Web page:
Phill Niblock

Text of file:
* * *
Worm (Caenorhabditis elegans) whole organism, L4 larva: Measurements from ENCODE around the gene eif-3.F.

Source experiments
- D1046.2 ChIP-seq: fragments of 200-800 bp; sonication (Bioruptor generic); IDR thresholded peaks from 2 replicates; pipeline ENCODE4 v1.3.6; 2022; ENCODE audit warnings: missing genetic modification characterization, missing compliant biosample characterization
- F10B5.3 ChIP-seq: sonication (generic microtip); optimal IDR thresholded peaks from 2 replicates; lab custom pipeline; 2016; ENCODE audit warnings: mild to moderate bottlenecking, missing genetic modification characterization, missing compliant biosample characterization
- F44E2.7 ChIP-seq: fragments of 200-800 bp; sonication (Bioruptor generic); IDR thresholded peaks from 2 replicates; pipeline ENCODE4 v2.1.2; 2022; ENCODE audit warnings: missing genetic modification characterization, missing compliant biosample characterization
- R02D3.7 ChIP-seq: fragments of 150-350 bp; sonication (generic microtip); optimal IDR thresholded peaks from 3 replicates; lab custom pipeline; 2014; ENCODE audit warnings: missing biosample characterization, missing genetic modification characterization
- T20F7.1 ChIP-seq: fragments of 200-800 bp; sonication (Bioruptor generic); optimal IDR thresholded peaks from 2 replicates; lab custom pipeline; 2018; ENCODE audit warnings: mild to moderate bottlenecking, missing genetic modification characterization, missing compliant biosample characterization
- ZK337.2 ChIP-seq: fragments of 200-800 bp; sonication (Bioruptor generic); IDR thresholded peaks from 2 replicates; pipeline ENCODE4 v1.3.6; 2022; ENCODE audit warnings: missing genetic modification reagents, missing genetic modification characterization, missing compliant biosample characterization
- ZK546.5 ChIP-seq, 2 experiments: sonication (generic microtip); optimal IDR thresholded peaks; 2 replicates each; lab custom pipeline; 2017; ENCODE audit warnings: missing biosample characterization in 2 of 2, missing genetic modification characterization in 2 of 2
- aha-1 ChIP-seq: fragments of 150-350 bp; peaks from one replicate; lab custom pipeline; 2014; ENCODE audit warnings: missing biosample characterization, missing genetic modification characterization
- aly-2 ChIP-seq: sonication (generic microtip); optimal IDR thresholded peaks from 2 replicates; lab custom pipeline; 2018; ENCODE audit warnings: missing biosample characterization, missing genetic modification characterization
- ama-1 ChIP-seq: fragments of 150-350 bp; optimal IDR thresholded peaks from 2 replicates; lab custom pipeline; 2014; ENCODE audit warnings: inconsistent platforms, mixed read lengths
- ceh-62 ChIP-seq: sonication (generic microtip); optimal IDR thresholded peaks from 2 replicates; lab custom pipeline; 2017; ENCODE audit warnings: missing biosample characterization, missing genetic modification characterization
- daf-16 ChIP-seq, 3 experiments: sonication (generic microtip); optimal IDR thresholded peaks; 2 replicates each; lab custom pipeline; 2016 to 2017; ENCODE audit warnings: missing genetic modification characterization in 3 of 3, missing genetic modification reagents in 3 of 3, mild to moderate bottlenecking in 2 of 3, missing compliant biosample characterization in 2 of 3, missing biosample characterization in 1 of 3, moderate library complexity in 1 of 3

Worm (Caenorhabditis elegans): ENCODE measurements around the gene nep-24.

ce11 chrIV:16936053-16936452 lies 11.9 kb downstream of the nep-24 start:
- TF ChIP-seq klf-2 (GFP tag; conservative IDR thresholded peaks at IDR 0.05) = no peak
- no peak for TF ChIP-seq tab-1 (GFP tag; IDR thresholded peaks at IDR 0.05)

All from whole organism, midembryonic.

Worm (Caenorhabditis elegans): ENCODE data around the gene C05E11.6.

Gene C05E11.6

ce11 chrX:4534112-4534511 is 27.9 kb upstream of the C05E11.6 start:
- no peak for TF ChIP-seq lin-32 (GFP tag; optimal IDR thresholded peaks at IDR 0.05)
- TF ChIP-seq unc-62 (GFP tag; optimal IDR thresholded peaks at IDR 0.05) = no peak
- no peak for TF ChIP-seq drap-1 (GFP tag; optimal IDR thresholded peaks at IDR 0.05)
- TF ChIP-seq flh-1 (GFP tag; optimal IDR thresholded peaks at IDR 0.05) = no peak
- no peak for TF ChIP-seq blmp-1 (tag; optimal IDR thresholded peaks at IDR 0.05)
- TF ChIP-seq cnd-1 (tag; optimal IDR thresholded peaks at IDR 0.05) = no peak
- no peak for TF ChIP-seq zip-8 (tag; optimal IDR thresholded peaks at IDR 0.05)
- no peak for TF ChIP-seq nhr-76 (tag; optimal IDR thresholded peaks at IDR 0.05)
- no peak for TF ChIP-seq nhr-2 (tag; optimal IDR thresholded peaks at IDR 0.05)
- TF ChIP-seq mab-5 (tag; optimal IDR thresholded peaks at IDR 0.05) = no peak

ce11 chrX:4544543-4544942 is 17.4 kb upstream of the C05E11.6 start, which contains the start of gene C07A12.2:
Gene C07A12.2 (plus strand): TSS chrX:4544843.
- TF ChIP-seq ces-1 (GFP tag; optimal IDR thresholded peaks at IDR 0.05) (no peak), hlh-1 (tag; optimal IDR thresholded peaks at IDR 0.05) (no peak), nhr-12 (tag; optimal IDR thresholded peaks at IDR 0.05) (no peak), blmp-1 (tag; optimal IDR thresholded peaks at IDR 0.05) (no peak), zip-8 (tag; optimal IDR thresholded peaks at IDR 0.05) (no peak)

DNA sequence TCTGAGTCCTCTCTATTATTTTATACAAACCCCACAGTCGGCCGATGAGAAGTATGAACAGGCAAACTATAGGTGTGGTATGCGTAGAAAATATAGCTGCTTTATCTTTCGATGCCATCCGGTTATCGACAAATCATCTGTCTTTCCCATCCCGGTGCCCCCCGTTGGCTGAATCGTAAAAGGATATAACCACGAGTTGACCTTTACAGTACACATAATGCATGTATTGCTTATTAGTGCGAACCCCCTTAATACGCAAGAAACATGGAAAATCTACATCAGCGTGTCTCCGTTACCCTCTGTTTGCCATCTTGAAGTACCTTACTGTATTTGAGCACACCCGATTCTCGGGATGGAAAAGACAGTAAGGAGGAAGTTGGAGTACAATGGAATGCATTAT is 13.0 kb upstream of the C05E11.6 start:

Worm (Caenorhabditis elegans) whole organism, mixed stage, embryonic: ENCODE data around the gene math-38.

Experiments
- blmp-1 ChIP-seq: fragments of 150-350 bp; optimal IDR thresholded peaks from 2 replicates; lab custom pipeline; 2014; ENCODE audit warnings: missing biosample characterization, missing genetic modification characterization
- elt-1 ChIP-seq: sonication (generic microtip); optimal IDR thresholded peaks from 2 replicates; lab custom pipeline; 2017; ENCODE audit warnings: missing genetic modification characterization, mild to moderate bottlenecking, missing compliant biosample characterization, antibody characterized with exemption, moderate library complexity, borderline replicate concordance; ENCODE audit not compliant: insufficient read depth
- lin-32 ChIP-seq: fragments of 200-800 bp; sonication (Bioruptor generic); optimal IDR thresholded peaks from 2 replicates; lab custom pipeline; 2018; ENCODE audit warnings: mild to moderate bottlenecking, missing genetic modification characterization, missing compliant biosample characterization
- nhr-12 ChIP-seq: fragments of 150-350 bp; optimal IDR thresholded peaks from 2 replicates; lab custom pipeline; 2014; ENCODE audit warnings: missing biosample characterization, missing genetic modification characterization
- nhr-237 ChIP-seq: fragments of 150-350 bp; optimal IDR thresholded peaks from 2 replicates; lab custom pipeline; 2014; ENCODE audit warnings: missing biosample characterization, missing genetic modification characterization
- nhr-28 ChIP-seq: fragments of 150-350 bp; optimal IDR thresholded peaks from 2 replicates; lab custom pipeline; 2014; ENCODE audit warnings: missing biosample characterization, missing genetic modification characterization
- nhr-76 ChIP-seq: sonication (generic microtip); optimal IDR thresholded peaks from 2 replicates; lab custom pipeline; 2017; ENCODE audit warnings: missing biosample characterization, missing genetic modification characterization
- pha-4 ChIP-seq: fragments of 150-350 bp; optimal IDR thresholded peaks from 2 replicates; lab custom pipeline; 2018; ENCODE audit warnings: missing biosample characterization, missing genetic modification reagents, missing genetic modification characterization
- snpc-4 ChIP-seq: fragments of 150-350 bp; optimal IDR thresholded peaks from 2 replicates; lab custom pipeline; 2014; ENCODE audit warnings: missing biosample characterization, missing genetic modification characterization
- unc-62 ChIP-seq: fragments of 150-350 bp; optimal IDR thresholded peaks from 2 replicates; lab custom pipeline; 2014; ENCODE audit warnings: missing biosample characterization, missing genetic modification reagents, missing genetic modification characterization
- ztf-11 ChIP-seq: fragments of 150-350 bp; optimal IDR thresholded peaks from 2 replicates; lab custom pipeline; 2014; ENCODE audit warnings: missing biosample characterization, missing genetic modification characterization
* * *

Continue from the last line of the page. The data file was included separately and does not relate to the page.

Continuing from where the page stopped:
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Niblock is an intermedia artist using music, film, photography, video and computers. He was born in Indiana in 1933. Since the mid-60's he has been making music and intermedia performances at: The Museum of Modern Art; The Wadsworth Atheneum; the Kitchen; the Paris Autumn Festival; Palais des Beaux Arts (Brussels); Institute of Contemporary Art (London); Akademie der Kunste (Berlin); Carpenter Center for the Visual Arts at Harvard; World Music Institute at Merkin Hall; and on radio in the U.S., West Germany, France, and Belgium. He has had grants from the Guggenheim Foundation, the New York State Council on the Arts, the National Endowment for the Arts, the Creative Artists Public Service Program, the City University of New York Research Foundation and the Foundation for the Contemporary Performance Arts. He is Director of the Experimental Intermedia Foundation in New York. He has been director since 1985; an artist/member since 1968. He has been the producer of Music and Intermedia presentations at EIF since 1973 (about 800 performances). Recently, an Experimental Intermedia Organization was formed in Gent, Belgium, to support the artist-in-residence house and installations there. Niblock's intermedia work addresses technical and aesthetic issues in four artistic disciplines that combine at various levels and diverge at others. His multilayered installations and performances present simultaneous events in film and music, slides, video and computer controlled installations. In Performance, the music and film or slide works and video are presented together in two possible ways: an installation of several hours duration on one or more days (the music pieces are played consecutively, with several hours of work before repetition, while multiple images are shown simultaneously) or in a performance (several simultaneous works of music and film or slides works and video pieces are presented in one to three hours). One to three film images are projected simultaneously. Each image is three to four meters wide. The films are 16mm and color. The music is produced from stereo or quad tapes, with four or more speakers in the corners of the space. The slide images are also four meters wide, and use a dissolve control for superimpositions. The video pieces are played individually or simultaneously, using large video monitors. The music explores the texture of sound resulting from multiple tones in very dense tunings performed in long durations. The combination of static surface textures and extremely active harmonic movement generates a highly original music that has influenced a generation of composers. The pieces are created on tape from unprocessed recordings of precisely tuned long tones played on traditional instruments. In performance, live musicians may play, wandering through the audience changing the sound texture through reinforcement of or interference with the existing tunings. Niblock's films are about movement, particularly the movement of people working. Filmed in non-urban environments in many countries (China, Brazil, Portugal, Lesotho, Puerto Rico, Hong Kong, the Arctic, Mexico, Hungary, the Adirondacks, Peru), the films look at everyday work, frequently agrarian or marine labor. These films are recognized internationally for their mastery of long takes utilizing clear, simple techniques that result in high resolution and extended tonal ranges. Movement is treated abstractly without reference to anthropological or sociological meaning. As in the music, a surface slowness is countered by an active, varied texture of rhythm and form of body motion within the frame, the ultimate subject matter of Niblock's films. In video, Niblock turns to quite different concerns. Using the intimacy and superior audio capabilities of video (compared with 16mm film), he has created a series of video portraits. The subjects are shown in unrelenting close-range shots while they talk about childhood. These often surprising and revealing videos present a new form of portraiture that explores aspects of biography in conjunction with the captured visual image. The slide work in his presentations are principally high contrast black and white. Each slide is designed and photographed to be superimposed with other slides in a texture of constantly shifting tonal relationships. The subject matter of the slides is chosen for formal rather than representative considerations while unusual film stocks and development techniques are employed to augment formal issues.